Gator Aid

The very word “swamp” makes me itch. Visions of marauding mosquitoes, clouds of black flies, and other inhospitable creatures come to mind, so I had no real interest in visiting Okefeenokee Swamp. Still, the swamp called to me before I had completely passed the entrance to the Okefenokee Swamp Park, so I cut across the highway and headed down the five-mile road. Part of this journey is about facing my fears, and I fear mosquitoes the way some people fear bees. The bites swell enormously at times, and often the site of old bites itch when I get a new bite as if to welcome the company. (I still have scars from all the bites I got last summer.)

I sprayed myself with the most natural bug spray I could find (some eucalyptus & lemon thing manufactured by Repel that Consumer Reports had found to be as effective as Deet) and hoped for the best.

About a mile in, I got caught behind a car parked in the middle of the road. Young boys were hanging out the window, so I glanced to where they were pointing.

Oh, my. Alligators!

I don’t know why it hadn’t occurred to me to look for alligators in the swamp, maybe because I hadn’t seen any in Florida, but it was a great thrill to see the beast less than ten yards from my car. Very respectfully, I got out of my car to take a photo, then continued to follow the car. Several other times those same boys aided in my spotting an alligator.

This wasn’t the first time I received such gator aid — at Davis Bayou, I was taking a photo of a heron when a woman walking her dog came and pointed out the alligator all but hidden in the mud a few feet from the bird.

I’ve always known I wasn’t observant (I’d be one of those witnesses to an accident who wouldn’t be able to tell you the color of the cars or even the victims), so I was glad of the help in getting attuned to looking for the prehistoric creatures until I could find them for myself.

Almost as big a thrill as seeing the alligators was seeing the lily pads with blooming flowers.

On my way out of the park, I again stopped by the side of the road. No alligators, but I did see turtles sunning themselves on a log. (They were shy and slipped into the water before I could take a picture.) In the quiet, I heard a long low call, too gutteral to have been a bird, but I never discovered what sort of creature made the noise.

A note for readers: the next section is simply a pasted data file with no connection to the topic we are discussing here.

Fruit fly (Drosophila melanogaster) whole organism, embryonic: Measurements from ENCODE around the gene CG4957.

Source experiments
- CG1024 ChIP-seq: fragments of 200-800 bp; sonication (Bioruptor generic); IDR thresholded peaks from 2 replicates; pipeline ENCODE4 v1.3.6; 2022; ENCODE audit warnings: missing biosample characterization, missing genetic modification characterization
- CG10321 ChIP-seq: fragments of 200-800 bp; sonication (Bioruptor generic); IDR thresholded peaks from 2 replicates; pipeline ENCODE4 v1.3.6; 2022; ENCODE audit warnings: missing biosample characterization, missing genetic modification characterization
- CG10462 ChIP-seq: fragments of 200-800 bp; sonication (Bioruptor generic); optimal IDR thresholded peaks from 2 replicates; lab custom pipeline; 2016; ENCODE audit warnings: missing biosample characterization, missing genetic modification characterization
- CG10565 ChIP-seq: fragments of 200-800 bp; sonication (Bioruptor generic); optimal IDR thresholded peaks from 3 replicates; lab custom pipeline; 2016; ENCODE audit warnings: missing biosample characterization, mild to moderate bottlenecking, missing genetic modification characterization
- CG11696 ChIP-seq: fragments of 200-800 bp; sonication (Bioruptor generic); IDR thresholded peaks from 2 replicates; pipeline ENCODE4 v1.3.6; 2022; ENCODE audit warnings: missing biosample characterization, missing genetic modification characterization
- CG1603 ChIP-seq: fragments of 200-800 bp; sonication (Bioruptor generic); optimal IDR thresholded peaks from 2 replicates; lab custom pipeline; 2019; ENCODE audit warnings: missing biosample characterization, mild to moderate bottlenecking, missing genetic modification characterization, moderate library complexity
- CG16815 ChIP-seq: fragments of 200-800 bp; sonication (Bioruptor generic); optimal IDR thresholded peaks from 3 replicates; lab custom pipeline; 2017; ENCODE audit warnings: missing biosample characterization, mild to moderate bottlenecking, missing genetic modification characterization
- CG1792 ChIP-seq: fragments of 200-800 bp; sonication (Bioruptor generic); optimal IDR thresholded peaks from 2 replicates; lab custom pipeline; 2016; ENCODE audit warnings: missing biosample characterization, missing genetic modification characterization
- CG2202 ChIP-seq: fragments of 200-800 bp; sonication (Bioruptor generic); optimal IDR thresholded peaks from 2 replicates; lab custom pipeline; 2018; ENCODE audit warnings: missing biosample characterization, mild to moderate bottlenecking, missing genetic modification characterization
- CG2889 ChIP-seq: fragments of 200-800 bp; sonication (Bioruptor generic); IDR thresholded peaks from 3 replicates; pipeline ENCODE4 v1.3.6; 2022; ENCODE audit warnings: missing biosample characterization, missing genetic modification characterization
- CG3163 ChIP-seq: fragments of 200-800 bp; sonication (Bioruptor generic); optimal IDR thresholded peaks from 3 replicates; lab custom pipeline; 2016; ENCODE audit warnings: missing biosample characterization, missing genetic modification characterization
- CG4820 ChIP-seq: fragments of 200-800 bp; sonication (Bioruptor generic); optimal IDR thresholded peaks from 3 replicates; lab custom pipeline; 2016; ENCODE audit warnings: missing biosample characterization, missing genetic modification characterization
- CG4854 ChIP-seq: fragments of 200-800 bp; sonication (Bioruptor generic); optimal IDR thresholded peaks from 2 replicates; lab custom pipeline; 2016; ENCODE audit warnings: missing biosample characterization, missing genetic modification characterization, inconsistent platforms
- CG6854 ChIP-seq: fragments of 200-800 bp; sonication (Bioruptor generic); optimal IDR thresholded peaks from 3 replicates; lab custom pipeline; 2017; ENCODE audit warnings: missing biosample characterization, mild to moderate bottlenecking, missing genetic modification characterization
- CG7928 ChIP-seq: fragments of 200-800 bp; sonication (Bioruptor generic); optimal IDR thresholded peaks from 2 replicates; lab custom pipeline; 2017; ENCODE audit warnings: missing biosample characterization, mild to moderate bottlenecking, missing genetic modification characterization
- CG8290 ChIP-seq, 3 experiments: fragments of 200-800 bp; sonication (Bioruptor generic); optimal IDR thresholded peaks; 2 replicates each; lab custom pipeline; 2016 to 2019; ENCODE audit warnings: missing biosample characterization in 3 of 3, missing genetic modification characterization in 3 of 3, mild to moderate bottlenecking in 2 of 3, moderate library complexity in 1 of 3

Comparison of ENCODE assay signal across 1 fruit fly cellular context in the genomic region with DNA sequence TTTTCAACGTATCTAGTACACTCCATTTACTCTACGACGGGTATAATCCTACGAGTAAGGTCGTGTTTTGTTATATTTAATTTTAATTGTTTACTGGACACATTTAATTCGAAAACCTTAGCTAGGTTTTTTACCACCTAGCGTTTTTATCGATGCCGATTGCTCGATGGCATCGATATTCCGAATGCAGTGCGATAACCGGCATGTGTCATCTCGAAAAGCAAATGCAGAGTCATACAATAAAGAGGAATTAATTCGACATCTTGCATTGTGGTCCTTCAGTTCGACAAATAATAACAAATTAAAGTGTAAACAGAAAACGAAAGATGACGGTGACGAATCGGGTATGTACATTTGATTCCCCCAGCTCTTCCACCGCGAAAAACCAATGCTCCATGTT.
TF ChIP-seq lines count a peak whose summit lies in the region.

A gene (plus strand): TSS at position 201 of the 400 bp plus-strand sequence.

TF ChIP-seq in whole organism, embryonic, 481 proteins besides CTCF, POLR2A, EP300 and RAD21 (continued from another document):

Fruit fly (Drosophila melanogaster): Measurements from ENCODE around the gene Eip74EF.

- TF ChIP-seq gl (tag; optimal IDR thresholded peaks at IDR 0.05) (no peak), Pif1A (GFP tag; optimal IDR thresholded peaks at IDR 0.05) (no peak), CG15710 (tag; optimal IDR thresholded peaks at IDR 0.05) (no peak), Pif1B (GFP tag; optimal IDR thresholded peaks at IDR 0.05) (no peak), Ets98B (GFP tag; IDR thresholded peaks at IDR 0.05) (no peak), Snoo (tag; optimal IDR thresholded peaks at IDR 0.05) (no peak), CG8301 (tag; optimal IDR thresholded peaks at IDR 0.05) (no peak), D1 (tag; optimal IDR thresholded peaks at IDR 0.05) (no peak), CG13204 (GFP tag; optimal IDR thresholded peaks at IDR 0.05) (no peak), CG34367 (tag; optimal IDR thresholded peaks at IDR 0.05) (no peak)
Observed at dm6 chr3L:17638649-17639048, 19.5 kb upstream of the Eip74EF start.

The lovely outing was made even lovelier by the lack of mosquito bites. I can’t verify the efficacy of the spray I used because to tell the truth, I didn’t see or hear a single mosquito.

Still, I am just as glad I didn’t hang around until dusk so the day-shy denizens of the swamp could find me.

***

(Pat Bertram is the author of the suspense novels Light Bringer, More Deaths Than One, A Spark of Heavenly Fire, and Daughter Am I. Bertram is also the author of Grief: The Great Yearning, “an exquisite book, wrenching to read, and at the same time full of profound truths.”)

***

 

5 Responses to “Gator Aid”

  1. Terri Says:

    Great photos, especially the lily pads! Enjoy the adventure!

  2. Malcolm R. Campbell Says:

    I’m glad you had a chance to see the swamp, the lily pads, the longleaf pines, and–of course–the gators.

    • Pat Bertram Says:

      So far, I am enjoying Georgia very much.

      (Pat Bertram is the author of the suspense novels Light Bringer, More Deaths Than One, A Spark of Heavenly Fire, and Daughter Am I. Bertram is also the author of Grief: The Great Yearning, “an exquisite book, wrenching to read, and at the same time full of profound truths.”)

  3. Kathy Says:

    It takes 2 days for the mosquito bites to make themselves known – at least it did in Florida. Mosquitoes love me.🙂

    • Pat Bertram Says:

      I’m so sensitive to the venom, it takes only twelve hours to pop a small bump that continues growing for 48 hours. Lucky me. And mosquitoes love me, too. Apparently, they are very picky about what type blood they want. Some types are immune.

      (Pat Bertram is the author of the suspense novels Light Bringer, More Deaths Than One, A Spark of Heavenly Fire, and Daughter Am I. Bertram is also the author of Grief: The Great Yearning, “an exquisite book, wrenching to read, and at the same time full of profound truths.”)


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